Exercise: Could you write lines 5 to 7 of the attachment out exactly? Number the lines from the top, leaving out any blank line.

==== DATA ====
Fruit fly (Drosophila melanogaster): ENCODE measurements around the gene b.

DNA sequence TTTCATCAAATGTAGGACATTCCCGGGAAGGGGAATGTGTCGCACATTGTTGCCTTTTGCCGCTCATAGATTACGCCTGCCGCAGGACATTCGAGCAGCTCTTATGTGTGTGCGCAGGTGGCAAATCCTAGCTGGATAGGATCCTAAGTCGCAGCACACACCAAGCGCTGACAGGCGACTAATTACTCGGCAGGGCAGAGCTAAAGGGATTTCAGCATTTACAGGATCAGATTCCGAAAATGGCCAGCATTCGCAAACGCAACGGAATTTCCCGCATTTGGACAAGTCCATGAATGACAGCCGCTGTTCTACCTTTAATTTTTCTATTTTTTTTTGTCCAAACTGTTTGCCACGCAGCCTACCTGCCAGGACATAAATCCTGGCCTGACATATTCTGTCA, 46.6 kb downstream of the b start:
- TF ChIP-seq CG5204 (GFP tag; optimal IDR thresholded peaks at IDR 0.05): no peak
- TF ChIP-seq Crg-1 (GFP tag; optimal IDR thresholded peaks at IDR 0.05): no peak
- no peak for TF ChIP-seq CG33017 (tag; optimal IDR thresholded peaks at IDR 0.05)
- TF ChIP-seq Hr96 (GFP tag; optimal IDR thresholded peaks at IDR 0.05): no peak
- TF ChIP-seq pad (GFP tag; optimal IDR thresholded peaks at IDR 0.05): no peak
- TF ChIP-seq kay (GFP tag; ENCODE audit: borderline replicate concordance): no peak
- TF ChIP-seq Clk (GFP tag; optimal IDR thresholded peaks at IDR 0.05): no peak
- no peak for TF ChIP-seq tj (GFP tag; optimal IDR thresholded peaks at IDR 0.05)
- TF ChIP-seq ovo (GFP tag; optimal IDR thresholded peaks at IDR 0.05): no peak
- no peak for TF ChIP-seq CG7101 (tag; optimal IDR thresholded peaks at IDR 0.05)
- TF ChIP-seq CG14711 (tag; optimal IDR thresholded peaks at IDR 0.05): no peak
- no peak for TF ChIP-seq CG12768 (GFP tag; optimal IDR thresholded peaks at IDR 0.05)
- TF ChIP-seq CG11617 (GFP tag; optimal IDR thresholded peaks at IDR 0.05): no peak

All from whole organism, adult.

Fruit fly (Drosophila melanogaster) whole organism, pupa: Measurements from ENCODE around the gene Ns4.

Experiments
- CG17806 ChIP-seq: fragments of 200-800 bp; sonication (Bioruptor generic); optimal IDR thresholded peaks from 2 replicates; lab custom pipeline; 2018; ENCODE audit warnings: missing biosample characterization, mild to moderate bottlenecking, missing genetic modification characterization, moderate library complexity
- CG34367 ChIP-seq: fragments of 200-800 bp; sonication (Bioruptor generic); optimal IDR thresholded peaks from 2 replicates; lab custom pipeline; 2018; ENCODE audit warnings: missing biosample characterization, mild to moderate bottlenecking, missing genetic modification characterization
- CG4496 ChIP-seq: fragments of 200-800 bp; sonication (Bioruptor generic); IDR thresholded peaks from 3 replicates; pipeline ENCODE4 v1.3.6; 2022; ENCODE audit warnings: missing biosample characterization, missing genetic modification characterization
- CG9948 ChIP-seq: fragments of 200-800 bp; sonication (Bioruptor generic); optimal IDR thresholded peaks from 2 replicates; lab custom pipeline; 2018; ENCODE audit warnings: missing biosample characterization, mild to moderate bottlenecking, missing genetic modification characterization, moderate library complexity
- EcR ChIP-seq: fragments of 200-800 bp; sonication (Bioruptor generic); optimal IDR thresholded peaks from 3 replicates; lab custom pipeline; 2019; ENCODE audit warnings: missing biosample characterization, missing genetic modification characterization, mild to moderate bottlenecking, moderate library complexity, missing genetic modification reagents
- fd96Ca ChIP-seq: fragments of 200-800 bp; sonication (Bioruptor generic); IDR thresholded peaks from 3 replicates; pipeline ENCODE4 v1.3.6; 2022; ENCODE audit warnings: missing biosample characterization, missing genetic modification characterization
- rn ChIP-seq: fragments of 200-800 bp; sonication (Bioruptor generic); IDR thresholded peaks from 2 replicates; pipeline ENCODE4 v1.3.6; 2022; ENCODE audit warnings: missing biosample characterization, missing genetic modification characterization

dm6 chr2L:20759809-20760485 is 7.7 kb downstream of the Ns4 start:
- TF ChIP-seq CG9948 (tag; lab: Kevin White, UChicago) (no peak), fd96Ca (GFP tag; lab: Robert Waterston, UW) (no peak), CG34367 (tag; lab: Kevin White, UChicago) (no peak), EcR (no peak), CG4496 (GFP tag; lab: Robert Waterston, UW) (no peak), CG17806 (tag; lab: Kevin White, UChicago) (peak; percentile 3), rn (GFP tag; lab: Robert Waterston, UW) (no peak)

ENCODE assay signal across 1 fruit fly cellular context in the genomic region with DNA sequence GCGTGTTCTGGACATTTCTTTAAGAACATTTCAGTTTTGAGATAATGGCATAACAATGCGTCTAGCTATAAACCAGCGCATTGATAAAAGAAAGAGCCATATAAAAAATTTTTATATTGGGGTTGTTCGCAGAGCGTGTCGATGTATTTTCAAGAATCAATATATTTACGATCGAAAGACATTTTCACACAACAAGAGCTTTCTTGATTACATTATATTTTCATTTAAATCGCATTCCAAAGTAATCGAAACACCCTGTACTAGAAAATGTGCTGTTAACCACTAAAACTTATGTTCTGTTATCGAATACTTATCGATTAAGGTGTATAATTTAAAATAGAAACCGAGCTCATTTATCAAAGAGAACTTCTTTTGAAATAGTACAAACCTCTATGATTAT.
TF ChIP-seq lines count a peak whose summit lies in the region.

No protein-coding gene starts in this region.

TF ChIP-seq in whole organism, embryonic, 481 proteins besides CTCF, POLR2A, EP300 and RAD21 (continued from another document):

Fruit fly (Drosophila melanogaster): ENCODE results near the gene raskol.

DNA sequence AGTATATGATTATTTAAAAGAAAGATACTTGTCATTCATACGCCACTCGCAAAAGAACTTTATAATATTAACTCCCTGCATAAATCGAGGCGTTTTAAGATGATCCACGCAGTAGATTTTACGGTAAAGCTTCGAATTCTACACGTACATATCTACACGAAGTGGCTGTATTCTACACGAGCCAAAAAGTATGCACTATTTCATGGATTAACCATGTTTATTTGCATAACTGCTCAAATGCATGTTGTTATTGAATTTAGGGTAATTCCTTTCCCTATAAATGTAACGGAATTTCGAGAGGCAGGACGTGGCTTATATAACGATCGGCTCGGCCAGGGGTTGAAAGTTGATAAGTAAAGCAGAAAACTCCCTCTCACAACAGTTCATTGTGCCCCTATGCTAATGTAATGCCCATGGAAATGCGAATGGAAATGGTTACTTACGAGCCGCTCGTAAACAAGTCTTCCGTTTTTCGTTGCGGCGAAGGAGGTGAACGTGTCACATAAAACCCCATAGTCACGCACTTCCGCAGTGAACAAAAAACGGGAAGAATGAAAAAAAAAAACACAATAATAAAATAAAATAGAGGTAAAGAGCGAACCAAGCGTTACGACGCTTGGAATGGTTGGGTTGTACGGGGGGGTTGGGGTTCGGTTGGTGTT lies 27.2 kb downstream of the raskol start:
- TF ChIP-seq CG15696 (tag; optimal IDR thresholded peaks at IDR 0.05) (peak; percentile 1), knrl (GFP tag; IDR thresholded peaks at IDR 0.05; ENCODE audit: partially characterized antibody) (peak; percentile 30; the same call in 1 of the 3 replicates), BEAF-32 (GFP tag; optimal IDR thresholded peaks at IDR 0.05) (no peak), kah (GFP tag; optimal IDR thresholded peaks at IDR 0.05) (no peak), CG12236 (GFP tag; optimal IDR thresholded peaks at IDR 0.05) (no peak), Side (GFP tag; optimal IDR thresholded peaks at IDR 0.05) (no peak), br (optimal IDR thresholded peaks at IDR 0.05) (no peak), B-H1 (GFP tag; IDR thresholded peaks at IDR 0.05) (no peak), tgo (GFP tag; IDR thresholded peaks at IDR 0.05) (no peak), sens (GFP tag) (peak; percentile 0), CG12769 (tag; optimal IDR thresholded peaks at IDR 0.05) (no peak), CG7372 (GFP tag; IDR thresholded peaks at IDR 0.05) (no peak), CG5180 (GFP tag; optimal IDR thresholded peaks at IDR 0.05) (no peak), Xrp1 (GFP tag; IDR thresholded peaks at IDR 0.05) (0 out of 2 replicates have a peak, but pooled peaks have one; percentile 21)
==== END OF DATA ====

- no peak for TF ChIP-seq CG33017 (tag; optimal IDR thresholded peaks at IDR 0.05)
- TF ChIP-seq Hr96 (GFP tag; optimal IDR thresholded peaks at IDR 0.05): no peak
- TF ChIP-seq pad (GFP tag; optimal IDR thresholded peaks at IDR 0.05): no peak